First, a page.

Mojo MAY 2009 - by Roy Wilkinson



Rescued and elevated this month, an out-to-lunch aviation concept opera with lipstick, Largactil and the Luftwaffe.

Quite possibly the only album to feature both Lemmy and Brian Eno, Captain Lockheed And The Starfighters is a tragi-comic rock requiem for an American Cold War jet fighter plane. It was produced by Roy Thomas Baker, the man at the controls for Queen's Bohemian Rhapsody. Released in 1974, the album's air of crazed inventiveness is underlined by the between-songs dialogue - variously spoken by The Bonzo Doo-Dah Dog Band's Vivian Stanshall and Traffic drummer Jim Capaldi. The references to the Red Baron, fatal crashes and Phenbarbitone suggests a Monty Python sketch saluting both Biggles and J.G. Ballard. However, the record is rooted in the reality of post-war Britain.

The album's creator was the late Robert Calvert, intermittently vocalist and in-house poet with Hawkwind. Born in 1945 and killed by a heart attack in 1988, Calvert grew up in Kent - alongside Nik Turner, who would also feature in Hawkwind. Calvert had wanted to be an RAF pilot and would later write the lyrics to Hawkwind's hit single Silver machine. His childhood was spent adjacent to the big silver nuclear bombers of America's Strategic Air Command. Although there were no Starfighters at Manston, the plane took a hold on Calvert. "I've grown up with the Starfighter," he said after the album's release. "I've had to write about it to get it out of my system."

"As a teenager," says Nik Turner, "I used to hang out with American pilots and they used to give me science-fiction comics and play early rock'n'roll records. Robert was also fascinated by these American influences. Every payday, trainloads of prostitues would arrive from London to service the servicemen. I first met Robert when we were quite young in Kent and we'd get stoned and go to dances. Later, our paths crossed again with Hawkwind."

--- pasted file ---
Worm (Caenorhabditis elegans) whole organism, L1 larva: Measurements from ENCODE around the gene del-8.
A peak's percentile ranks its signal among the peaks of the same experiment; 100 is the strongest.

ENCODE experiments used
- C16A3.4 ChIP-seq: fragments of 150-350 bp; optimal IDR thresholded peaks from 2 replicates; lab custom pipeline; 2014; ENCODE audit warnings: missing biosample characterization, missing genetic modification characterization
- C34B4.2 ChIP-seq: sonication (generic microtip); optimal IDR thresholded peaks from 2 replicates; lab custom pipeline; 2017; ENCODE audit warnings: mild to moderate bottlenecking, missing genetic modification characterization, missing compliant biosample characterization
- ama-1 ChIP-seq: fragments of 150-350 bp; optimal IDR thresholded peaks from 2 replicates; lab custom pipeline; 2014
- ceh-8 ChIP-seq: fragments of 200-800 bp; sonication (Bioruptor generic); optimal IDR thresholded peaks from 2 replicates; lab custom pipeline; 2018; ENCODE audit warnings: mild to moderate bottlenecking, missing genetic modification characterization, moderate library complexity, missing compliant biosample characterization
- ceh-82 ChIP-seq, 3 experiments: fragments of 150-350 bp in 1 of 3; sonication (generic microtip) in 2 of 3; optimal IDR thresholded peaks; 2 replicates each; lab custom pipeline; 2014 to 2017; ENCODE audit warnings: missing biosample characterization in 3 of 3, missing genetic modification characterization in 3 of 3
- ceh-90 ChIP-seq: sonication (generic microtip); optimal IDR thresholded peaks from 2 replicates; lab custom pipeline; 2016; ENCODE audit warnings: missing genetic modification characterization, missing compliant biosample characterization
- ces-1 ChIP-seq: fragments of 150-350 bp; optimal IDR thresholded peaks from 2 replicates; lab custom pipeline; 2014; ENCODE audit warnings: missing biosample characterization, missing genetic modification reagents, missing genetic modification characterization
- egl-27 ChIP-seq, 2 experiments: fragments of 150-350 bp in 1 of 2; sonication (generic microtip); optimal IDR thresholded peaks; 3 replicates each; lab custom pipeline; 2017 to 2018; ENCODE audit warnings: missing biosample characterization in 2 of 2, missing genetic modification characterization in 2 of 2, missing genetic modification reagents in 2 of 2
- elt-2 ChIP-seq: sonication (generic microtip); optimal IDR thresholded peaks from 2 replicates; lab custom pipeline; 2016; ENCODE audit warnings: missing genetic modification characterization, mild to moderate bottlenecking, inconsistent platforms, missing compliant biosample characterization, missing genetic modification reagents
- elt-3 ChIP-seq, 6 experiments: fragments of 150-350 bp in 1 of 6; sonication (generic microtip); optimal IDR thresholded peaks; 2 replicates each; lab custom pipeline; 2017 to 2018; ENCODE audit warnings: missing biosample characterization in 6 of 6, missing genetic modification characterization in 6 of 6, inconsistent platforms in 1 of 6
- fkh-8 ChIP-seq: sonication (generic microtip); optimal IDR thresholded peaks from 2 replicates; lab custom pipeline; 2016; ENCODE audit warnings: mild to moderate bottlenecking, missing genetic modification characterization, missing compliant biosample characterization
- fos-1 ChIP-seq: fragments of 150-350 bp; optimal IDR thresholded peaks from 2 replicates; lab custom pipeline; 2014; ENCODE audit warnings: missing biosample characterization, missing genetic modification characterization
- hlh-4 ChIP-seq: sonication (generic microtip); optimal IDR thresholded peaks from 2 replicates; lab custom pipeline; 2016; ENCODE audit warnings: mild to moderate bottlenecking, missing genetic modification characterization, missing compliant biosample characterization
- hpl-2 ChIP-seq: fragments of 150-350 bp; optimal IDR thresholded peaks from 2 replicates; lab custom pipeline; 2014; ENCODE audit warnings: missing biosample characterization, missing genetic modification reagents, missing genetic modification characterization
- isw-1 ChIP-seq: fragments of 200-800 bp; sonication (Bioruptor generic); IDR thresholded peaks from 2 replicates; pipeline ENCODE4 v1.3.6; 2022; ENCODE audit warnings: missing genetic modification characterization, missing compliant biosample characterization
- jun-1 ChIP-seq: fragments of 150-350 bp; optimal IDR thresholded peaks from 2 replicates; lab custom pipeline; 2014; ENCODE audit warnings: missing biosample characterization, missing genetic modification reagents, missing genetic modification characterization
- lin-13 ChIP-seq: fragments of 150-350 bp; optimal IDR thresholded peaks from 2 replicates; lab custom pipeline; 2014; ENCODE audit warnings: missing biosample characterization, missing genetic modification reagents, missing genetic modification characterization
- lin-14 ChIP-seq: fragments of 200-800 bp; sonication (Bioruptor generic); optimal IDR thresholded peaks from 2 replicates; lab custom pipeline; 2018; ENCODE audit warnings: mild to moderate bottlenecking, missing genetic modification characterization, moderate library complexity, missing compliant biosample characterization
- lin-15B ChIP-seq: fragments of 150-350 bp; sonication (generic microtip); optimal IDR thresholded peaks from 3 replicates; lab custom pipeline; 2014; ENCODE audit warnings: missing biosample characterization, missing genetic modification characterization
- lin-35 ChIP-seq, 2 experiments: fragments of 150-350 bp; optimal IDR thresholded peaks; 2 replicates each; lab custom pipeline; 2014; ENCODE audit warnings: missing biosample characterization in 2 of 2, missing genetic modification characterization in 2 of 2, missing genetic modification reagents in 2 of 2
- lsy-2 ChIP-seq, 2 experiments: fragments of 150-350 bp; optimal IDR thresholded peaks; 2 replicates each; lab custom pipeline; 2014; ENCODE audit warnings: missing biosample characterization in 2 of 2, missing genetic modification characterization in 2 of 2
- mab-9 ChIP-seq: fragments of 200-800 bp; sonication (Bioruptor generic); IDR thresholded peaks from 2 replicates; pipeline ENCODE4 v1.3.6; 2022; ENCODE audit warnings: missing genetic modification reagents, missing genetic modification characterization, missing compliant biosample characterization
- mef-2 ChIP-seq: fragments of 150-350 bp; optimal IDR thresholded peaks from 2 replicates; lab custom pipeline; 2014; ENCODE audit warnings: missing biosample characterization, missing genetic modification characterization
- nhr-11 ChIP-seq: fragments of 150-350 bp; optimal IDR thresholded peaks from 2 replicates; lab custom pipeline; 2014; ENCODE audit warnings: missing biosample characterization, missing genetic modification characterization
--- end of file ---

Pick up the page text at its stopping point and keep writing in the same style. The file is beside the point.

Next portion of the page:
Hawkwind alumni including Turner, Dave Brock and Lemmy all feature on Captain Lockheed. The album takes its name from the Lockheed Starfighter, a plane whose name and dart-like design recall the spaceships of Hawkwind's sci-fi rock. The album also very specifically features drugs, hardly foreign terrain for Hawkwind. However, with Captain Lockheed, these elements became part of a distressed reality rather than Hawkwind's cosmic fantasia. The album includes some flight-preparation dialogue. But, instead of ticking off oil pressure and rudder trim, the checklist consists of prescription sedatives" "'Largactil...' 'Check.' 'Valium...' 'Check.'"

Calvert suffered mental problems and at one point had been sectioned to hospital.

"Yes, Robert had probably taken all those drugs," says Turner. "I think he'd been given Largactil in the mental hospital. He was completely manic, with ideas flying out nineteen to the dozen - and then going off on a twenty-mile route-march in all his military costume."